Peripheral Artery Disease (PAD) is an occlusive disease of the lower extremity arteries leading to debilitating complications (e.g. claudication, amputation) due to defect in proper vascularization and efficient vascular remodeling. Recent attempts to promote therapeutic angiogenesis by VEGF therapies in patients with PAD have failed, perhaps because these strategies have only not targeted smooth muscle cells (SMC), cells that are essential for remodeling of capillaries and terminal arterioles (i.e. arteriogenesis) to increase blood distribution to ischemic regions. Arteriogenesis relies on the ability of SMC to be plastic and undergo a reversible phenotypic switching where they transiently downregulate their contractile apparatus, participate in capillary investment, and then re-differentiate back to the contractile state. However, the understanding of the mechanisms controlling SMC ability to re-differentiate and the retention of their lineage memory in vivo is limited. We previously identified an epigenetic signature specific to the SMC lineage consisting of the dimethylation of the lysine 4 of histone 3 (H3K4me2) on the promoters of the SMC marker genes (referred as SMC-H3K4me2) that is retained during SMC dedifferentiation. These observations suggest that SMC-H3K4me2 could play a pivotal role in maintenance of SMC identity and retention of lineage memory and could be a key mechanism controlling SMC participation in arteriogenesis. Studies in this proposal will test the central hypothesis that H3K4me2 controls the SMC differentiation state and enables SMC involvement in collateral capillary investment and muscularization during arteriogenesis by promoting the recruitment of TET2 on SMC marker genes. Consistent with this hypothesis, our preliminary studies, utilizing a novel locus-specific epigenome editing system to remove specifically H3K4me2 on the SMC marker genes, provide evidence that SMC-H3K4me2 tightly regulates SMC differentiation state and show that H3K4me2 interacts with Ten-eleven translocation (TET2), a key enzyme mediating DNA demethylation and a master regulator of SMC differentiation. Our central hypothesis will be further tested by addressing the following specific aims.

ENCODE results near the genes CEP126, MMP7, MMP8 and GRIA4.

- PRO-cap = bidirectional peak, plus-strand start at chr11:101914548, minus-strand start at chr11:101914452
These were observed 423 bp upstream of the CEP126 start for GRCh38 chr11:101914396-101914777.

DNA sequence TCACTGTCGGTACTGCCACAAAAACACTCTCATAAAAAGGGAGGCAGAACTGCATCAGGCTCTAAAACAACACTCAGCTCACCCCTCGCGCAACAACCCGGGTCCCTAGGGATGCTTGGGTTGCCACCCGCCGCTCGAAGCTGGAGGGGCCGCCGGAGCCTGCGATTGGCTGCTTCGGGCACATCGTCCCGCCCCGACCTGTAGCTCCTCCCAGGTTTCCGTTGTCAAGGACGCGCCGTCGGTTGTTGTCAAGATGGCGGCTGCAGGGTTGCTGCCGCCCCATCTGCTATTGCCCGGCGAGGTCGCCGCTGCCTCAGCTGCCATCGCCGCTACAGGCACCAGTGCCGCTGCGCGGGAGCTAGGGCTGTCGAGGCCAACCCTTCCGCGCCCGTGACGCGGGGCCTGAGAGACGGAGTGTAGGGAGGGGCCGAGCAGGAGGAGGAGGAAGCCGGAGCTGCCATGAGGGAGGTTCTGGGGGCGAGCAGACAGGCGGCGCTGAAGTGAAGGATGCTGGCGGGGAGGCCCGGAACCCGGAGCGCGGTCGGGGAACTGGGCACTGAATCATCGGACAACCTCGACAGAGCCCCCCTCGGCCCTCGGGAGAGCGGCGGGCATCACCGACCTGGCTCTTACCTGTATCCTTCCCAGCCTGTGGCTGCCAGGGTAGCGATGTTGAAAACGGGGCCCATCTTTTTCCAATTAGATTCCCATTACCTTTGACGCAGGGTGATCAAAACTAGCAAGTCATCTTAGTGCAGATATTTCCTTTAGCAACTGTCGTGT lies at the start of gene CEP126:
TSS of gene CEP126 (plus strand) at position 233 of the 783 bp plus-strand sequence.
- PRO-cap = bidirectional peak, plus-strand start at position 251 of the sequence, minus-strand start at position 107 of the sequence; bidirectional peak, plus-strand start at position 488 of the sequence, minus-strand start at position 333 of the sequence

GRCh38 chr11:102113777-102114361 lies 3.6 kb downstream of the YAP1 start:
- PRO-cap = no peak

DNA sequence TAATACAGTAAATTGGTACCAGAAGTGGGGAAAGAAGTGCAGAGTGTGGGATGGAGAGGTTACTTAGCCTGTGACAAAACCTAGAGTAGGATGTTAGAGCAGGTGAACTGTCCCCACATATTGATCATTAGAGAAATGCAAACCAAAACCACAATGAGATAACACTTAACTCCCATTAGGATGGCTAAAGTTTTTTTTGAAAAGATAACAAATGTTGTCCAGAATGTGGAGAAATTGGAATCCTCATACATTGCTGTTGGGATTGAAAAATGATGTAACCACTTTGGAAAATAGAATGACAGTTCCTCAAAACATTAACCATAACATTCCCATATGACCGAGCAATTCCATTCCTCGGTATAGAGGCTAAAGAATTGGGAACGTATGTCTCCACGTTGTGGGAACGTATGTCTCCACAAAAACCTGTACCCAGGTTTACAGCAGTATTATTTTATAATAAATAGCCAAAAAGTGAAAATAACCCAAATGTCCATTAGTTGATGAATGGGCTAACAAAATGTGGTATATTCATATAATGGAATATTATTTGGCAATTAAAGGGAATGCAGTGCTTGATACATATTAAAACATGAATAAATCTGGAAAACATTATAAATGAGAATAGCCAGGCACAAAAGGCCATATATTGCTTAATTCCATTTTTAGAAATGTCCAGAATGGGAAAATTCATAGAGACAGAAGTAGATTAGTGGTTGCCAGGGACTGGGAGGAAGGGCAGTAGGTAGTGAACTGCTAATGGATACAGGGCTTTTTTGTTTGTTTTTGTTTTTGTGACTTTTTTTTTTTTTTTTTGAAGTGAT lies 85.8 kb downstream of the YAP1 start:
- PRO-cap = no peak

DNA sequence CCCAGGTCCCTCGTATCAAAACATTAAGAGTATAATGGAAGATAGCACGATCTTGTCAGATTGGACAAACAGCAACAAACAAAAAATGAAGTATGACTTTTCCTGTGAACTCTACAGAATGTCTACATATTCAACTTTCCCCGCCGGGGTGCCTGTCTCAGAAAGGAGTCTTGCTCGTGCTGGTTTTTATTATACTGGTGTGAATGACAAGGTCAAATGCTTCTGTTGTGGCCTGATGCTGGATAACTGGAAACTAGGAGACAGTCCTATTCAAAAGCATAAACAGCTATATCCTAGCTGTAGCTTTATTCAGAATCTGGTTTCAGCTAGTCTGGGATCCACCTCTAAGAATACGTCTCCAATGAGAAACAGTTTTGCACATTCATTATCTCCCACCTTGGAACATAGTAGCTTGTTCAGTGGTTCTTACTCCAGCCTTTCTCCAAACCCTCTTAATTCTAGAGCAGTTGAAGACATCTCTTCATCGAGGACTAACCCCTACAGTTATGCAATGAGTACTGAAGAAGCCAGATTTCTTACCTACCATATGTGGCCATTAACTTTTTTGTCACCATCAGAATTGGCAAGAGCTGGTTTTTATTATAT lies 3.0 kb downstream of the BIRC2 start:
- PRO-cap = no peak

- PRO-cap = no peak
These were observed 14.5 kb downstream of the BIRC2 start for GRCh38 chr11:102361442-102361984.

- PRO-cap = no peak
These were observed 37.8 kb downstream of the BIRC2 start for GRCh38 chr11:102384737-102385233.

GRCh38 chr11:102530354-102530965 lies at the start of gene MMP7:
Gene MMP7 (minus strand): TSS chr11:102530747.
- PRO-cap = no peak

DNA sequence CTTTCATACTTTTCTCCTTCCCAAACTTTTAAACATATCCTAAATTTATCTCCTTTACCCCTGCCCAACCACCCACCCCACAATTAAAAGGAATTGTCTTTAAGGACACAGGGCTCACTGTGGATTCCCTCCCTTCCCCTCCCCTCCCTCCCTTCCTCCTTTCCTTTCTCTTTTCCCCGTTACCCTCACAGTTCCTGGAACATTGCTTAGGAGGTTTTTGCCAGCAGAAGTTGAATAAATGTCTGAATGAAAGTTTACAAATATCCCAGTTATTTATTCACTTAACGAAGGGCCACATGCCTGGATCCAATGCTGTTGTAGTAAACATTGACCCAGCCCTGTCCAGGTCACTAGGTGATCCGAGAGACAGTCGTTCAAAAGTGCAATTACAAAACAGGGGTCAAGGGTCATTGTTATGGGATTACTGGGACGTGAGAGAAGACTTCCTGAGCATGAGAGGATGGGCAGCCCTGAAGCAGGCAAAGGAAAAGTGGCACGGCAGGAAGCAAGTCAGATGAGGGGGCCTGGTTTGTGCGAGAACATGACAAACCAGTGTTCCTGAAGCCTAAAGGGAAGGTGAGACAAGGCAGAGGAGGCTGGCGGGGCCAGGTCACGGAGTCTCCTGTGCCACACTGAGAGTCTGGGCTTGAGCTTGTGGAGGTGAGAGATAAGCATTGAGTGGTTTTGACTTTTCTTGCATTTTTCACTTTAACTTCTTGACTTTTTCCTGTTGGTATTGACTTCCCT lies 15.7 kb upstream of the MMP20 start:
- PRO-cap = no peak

Aim 1 will determine the impact of loss of SMC-H3K4me2 on SMC participation to arteriogenesis. The functional consequences of SMC-H3K4me2 removal on SMC phenotype, their ability to invest capillaries, as well as tissue reperfusion will be evaluated.
Aim 2 will test the hypothesis that H3K4me2 plays a key role in promoting SMC differentiation by serving as a docking site for TET2 on the SMC marker genes. We expect the completion of these studies will lead to the identification of novel mechanisms controlling smooth muscle cell identity, plasticity, and lineage memory and their participation to beneficial microvascular arterialization and maturation. These results could serve from the development of new strategies for enhancing therapeutic vascularization in patients with PAD.
Peripheral Artery Disease is an occlusive disease of non-cardiac and non-intracranial arteries affecting over 8.5 million patients in the US and leads to morbid and debilitating complications including lower extremity ischemic ulceration, gangrene, and eventually amputation due to a defect in tissue vascularization. Since recent attempts to promote vascularization by therapeutic endothelial cell-mediated angiogenesis have failed, there is a need to define mechanisms controlling and promoting the participation of smooth muscle cell in microvascular remodeling, since these cells play a key role in maturation and muscularization of immature capillaries, process leading to better tissue vascularization and perfusion. The studies of this proposal will identify the functional role of epigenetic programming, major regulatory process of cell gene expression, in controlling smooth muscle cells phenotype and participation in microvascular remodeling and may lead to novel therapeutic approaches to improve lower extremity vascularization in patients with Periphery Artery Disease.